If you happen to be the owner of a Fortune 500 company, you can disregard this section.

Everyone else, listen up:

Institutional advertising doesn’t makes sense for small business. Direct response advertising is the key to success.

I’m not talking strictly about direct mail. I’m talking about making every piece of correspondence you send out, every advertisement you place in any medium, every salesman you send out in the field making a specific, direct
offer to your prospects. An offer that, when responded to, has a definite, measurable result.

Since Ive already touched on this subject in the previous example, Ill go ahead and move on to the next subject... headlines.

Headlines: Simply stated, the headline is the ad for the ad.

It’s purpose is to pick people out of crowd of readers/listeners who may be responsive to your general offer, and give them a reason to continue reading or listening to the ad.

For print and online media, the headline is at the top of the ad. For radio or television, it is the first sentence the listener hears. Likewise, the first words of your salesmen’s “pitch” are in essence his headline.

how to write a powerful headline

You will usually want to incorporate your Unique Selling Proposition (USP) into your headline.

Your USP is the singular, unique benefit your customers will receive by doing business with your firm, stated in an easily embraceable way. It’s the one thing that really distinguishes you from your competition.

People who have interest in your proposition will read the headline and decide to keep reading. Those who aren’t interested in your headline wont keep reading but you shouldn’t care, because they aren’t qualified prospects.

On the other hand, if you use a cute, ambiguous headline to attract attention, chances are you will lose people who are qualified.

Remember you are only interested in selling to qualified, interested prospects.

Being Specific: Claude Hopkins, the father of direct response advertising, said:

“Platitudes and generalities roll off the human understanding like water from a duck. They leave no impression whatever.”

To say Low Prices, Biggest Selection, or Highest Quality is useless. People tend to be skeptical. They need to be convinced.

Instead, try using specific, graphically illustrative words and phrases that quantify your statement:

“We Always Have at Least 1745 Tuxedos in No Less Than 22 Different Styles, 72 Varying Sizes, and 10 Desirable Colors, And in Price Ranges From 25 to 125.”

This is more definite and more believable than the usual, generic “Large Selection.”

Since people are skeptical, they tend to discount (or flat out ignore) any generalized statements you make. But they know that you wouldn't tell a boldfaced lie.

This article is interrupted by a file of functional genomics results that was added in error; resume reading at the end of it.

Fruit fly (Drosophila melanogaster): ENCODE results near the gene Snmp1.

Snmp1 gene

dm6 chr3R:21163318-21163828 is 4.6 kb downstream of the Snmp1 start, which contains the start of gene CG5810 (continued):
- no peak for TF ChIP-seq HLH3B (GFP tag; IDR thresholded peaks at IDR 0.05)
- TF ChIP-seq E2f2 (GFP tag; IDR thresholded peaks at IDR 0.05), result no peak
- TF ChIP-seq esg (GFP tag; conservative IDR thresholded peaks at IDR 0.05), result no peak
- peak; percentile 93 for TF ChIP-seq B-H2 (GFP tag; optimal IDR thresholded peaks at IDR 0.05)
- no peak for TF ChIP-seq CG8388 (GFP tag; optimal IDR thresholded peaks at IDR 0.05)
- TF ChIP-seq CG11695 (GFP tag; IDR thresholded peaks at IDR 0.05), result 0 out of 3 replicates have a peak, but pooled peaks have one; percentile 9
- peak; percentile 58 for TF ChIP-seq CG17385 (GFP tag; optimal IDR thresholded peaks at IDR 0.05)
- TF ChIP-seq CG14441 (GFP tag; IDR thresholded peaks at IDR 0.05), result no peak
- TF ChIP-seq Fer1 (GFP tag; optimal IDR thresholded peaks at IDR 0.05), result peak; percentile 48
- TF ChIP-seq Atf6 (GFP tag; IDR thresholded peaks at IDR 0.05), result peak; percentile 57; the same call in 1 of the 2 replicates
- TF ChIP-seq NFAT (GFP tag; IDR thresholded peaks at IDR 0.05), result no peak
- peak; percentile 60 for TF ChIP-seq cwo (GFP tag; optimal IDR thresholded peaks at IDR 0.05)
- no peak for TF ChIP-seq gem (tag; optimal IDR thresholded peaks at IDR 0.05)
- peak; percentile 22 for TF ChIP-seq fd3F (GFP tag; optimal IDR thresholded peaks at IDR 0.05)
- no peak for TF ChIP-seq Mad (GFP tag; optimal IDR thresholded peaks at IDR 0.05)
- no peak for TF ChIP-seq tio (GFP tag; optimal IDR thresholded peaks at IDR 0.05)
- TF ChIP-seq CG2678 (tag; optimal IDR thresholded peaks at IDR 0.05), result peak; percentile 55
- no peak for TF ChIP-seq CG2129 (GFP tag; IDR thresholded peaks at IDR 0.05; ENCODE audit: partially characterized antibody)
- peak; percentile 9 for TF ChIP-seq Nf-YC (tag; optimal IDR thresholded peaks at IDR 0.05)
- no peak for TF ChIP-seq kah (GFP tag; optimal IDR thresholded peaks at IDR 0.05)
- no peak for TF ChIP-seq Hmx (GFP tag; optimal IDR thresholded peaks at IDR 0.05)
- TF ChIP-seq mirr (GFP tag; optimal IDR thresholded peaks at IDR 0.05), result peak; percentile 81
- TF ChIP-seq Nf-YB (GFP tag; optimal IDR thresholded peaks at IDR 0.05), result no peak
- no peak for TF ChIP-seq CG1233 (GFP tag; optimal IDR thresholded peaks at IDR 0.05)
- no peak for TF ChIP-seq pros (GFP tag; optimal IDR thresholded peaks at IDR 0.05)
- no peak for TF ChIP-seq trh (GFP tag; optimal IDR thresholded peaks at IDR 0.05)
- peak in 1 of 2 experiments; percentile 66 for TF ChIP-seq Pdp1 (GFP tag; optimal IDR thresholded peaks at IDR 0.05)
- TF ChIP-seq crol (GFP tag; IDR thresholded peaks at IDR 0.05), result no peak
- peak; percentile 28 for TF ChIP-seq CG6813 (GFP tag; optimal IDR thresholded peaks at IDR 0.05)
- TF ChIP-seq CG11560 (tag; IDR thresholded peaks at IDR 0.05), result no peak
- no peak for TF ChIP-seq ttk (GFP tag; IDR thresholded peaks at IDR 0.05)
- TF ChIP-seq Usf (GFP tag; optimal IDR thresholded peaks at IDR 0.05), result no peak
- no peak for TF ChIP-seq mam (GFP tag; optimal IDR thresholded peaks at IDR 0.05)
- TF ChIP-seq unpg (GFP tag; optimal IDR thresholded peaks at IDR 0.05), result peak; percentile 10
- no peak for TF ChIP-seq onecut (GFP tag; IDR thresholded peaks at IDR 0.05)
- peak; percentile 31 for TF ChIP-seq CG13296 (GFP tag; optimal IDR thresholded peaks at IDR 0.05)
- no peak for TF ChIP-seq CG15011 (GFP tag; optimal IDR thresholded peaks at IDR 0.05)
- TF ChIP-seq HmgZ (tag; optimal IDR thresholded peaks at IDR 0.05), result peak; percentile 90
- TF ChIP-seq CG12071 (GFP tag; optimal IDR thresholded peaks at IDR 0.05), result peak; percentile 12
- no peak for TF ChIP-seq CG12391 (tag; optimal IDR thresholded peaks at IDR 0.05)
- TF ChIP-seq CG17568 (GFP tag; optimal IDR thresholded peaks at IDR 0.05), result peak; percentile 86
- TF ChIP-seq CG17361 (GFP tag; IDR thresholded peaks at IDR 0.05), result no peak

When you make a specific statement about your product, they give it 100% credibility.

Changing general statements to specific ones will double the effectiveness of any advertisement. No extra cost. Try it.

Long vs. Short Copy:

Interesting short copy is better than boring long copy. But remember who you are trying to sell your products to: interested, qualified prospects.

People who are hungry for information about the product in question.

Think in terms of sales-man-like advertising.

You certainly wouldn’t send a salesman to see an interested, qualified prospect and have him merely hand the prospect a photograph of your product and say:

“Ours is higher quality, and we have better service”, and then leave.

But that is exactly what 90% of all advertising says. If you don’t believe me, just look in your local newspaper or trade magazines.

(As a caveat, I’m using video sales letters more and more frequently for online advertising.)


A rule of thumb is to use as much space as it takes to present a fairly complete argument for your product or service.

Drew Kaplan of DAK consumer electronics fame has earned hundreds of millions of dollars describing in exiting, painstaking detail every feature, benefit, and advantage of what seem to be very common products.

You should have seen his 32-page mini-magazine that sold one product - a desktop publishing software package.

W.I.I.F.M.: What’s In It For Me?

Every ad must address this important question.

Surprisingly, most advertisements only breeze over WIIFM.

They would rather tell you that they’ve been in business for 200 years or that they have 44 expert tailors on site.

If this sounds familiar, that's because it is.

Your USP should tell people whats in it for them and state that reason in clear, graphically illustrative terms.